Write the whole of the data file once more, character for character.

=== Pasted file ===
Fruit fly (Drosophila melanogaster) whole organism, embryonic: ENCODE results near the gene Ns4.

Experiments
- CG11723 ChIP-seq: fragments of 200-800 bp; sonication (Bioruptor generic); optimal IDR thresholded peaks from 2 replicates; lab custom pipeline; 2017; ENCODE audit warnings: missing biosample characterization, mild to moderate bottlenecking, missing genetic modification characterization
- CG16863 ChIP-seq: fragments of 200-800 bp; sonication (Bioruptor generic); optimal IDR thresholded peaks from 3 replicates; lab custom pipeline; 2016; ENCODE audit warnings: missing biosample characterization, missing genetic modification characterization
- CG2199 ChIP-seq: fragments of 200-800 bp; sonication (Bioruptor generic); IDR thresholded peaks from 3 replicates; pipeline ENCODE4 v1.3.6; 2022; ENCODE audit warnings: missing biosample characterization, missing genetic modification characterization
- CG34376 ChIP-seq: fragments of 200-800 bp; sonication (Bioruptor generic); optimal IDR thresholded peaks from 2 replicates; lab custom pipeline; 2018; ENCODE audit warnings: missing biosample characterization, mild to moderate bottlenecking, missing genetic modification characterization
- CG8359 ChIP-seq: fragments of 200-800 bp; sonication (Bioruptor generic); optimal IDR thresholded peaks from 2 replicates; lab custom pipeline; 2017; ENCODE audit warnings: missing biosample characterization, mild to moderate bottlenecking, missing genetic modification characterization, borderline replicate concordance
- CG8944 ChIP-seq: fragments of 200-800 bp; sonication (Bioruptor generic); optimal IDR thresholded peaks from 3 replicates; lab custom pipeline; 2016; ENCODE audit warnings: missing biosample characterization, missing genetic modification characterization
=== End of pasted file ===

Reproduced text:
Fruit fly (Drosophila melanogaster) whole organism, embryonic: ENCODE results near the gene Ns4.

Experiments
- CG11723 ChIP-seq: fragments of 200-800 bp; sonication (Bioruptor generic); optimal IDR thresholded peaks from 2 replicates; lab custom pipeline; 2017; ENCODE audit warnings: missing biosample characterization, mild to moderate bottlenecking, missing genetic modification characterization
- CG16863 ChIP-seq: fragments of 200-800 bp; sonication (Bioruptor generic); optimal IDR thresholded peaks from 3 replicates; lab custom pipeline; 2016; ENCODE audit warnings: missing biosample characterization, missing genetic modification characterization
- CG2199 ChIP-seq: fragments of 200-800 bp; sonication (Bioruptor generic); IDR thresholded peaks from 3 replicates; pipeline ENCODE4 v1.3.6; 2022; ENCODE audit warnings: missing biosample characterization, missing genetic modification characterization
- CG34376 ChIP-seq: fragments of 200-800 bp; sonication (Bioruptor generic); optimal IDR thresholded peaks from 2 replicates; lab custom pipeline; 2018; ENCODE audit warnings: missing biosample characterization, mild to moderate bottlenecking, missing genetic modification characterization
- CG8359 ChIP-seq: fragments of 200-800 bp; sonication (Bioruptor generic); optimal IDR thresholded peaks from 2 replicates; lab custom pipeline; 2017; ENCODE audit warnings: missing biosample characterization, mild to moderate bottlenecking, missing genetic modification characterization, borderline replicate concordance
- CG8944 ChIP-seq: fragments of 200-800 bp; sonication (Bioruptor generic); optimal IDR thresholded peaks from 3 replicates; lab custom pipeline; 2016; ENCODE audit warnings: missing biosample characterization, missing genetic modification characterization